Destination: Somewhere much closer to New Orleans. It’s already 3pm and I’m 350 miles away. Stop #1 Tuscaloosa – home of the Alabama Crimson Tide. “Roll Tide Roll.” First, middle, and last impressions: this is a college town. It’s fairly dumpy and depressing-looking besides the school, which looked very nice. I drove through during class – it’s not spring break here. Biggest observation: They seemingly have a dedicated athletic facility for every sport and they’re all arranged together in the same section of campus. They must have 500 acres of athletic facilities, not including the football stadium. Surprisingly the amount of coffee shops in this college town is close to zero. Yelp and Google Maps confirmed that. Yeah, I was shocked, too. I had to go another hour to Meridian, Mississippi for coffee.
I arrived in Meridian, MS and pulled into the first grocery store I could find: Winn-Dixie. Dump! Even the signs hanging down above the aisles were broken/missing/falling apart. What I wanted here was some water but their water selection was about three feet wide and two shelves high. And it was expensive. I left sadly. Just down the street, I saw a Waffle House, the fiftieth (at least) one of the trip. It is National Waffle Day, after all, so why not. Except that when I pulled into the driveway and looked in the window, I saw an extraordinarily unhappy-looking waitress and several customers staring out at me. I drove straight out the exit on the opposite side of the driveway. Oh well, the city of Laurel is only another hour.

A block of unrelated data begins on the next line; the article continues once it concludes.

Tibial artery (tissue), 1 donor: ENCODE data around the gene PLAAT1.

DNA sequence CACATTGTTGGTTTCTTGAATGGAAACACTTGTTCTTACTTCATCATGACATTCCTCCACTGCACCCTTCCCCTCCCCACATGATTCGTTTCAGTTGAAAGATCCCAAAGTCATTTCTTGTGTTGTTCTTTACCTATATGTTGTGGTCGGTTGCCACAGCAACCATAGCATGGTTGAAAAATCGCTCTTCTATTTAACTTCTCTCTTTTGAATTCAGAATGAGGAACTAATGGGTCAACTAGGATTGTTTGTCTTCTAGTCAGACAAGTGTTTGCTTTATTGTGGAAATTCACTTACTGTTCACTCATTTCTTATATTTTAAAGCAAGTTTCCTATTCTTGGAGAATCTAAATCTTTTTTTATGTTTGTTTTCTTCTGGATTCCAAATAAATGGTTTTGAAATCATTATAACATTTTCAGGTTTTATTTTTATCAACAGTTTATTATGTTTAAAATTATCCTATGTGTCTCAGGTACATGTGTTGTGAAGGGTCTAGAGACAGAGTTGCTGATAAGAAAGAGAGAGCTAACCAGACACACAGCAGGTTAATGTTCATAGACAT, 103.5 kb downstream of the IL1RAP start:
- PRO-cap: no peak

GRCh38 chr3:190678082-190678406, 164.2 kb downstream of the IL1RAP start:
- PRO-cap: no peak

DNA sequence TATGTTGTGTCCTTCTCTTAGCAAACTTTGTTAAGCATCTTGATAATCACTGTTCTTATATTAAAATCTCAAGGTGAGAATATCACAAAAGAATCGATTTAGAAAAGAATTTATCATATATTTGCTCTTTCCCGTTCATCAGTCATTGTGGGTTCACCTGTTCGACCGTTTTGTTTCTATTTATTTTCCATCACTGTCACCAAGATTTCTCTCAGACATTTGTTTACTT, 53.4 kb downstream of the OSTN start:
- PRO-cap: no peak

I exited at Laurel, filled up my gas tank again on $22 and pulled into the Raising Cane’s Chicken Fingers fast food chain. My only experience with this is seeing the CEO featured on the TV show Undercover Boss. I got the standard 4 fingers box which included Texas toast, coleslaw, dipping sauce, fries, and a drink. In my case, 66 ounces of sweet tea (but that includes the ice which was packed in there). They sure like cold, sugary tea. The chicken itself was really well-done, especially for fast food and the service was so good, I almost felt like I was on hidden camera. Once the word got out it was my first time there, I learned “the menu is simple – we don’t do much but we do it really well,” and responded to “Mister Bobby, are you enjoying everything still?” and similar questions multiple times throughout the meal. The teenage(ish) girl who I had never spoken to came up, addressed me by name and asked if she could refill my drink. The employees do each wear a little wireless headset so it must be a coordinated customer service effort. It was quite phenomenal and I’m really digging this Southern Charm and Hospitality. Leaving the home of both Lance Bass and Parker Posey, I headed 30 minutes even further south. Why? I’ll tell you. To find a single Starbucks. I needed a room for the night. I found the Starbucks in Hattiesburg, MS, on the campus of Southern Mississippi U. and found a highly-rated Microtel an hour further, just across the Louisiana border, for $37. I booked it. Additionally, I did yet one more online search for “why won’t my galaxy s5 sync with ford focus bluetooth” and read yet another repeat of how it is supposed to work. Sigh.
Got back in the car, tried the same steps one more time, and it worked. Awesome – Fifteen hours into my drive, about 1 and a half hours left and now it works. That’s OK though. Why? Because if I had been able to play my own music, today I would not have heard 8 more “Thinking Out Loud”s by Ed Sheeran, 9 more “Love Me Like You Do”s by Ellie Goulding, 7 more “Style”s by Taylor Swift, and 4 more of that Fifty Shades of Grey song, “Earned It,” by The Weekend. That is 61 repeats of the same four songs in 16 hours. That’s what channel surfing will do, and obviously, if I didn’t like these songs, I wouldn’t have stopped on them (and busted out singing).